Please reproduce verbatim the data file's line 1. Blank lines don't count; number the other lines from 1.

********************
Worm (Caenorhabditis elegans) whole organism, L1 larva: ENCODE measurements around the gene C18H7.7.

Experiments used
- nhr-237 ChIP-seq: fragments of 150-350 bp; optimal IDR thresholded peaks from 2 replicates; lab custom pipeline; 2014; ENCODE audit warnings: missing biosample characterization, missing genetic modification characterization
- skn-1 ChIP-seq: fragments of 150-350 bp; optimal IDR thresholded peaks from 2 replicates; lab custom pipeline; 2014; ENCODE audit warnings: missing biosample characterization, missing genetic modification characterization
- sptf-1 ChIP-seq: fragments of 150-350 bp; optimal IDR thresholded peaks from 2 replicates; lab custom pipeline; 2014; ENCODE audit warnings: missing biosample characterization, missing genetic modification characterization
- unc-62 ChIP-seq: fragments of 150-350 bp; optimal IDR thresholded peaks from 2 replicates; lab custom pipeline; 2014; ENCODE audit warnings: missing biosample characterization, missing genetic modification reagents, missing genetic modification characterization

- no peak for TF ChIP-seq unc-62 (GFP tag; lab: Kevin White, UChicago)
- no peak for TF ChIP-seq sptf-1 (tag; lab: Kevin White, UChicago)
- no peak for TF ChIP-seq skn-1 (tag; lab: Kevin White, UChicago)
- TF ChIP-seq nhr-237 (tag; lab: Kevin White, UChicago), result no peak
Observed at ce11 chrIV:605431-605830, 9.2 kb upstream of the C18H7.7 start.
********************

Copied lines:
Worm (Caenorhabditis elegans) whole organism, L1 larva: ENCODE measurements around the gene C18H7.7.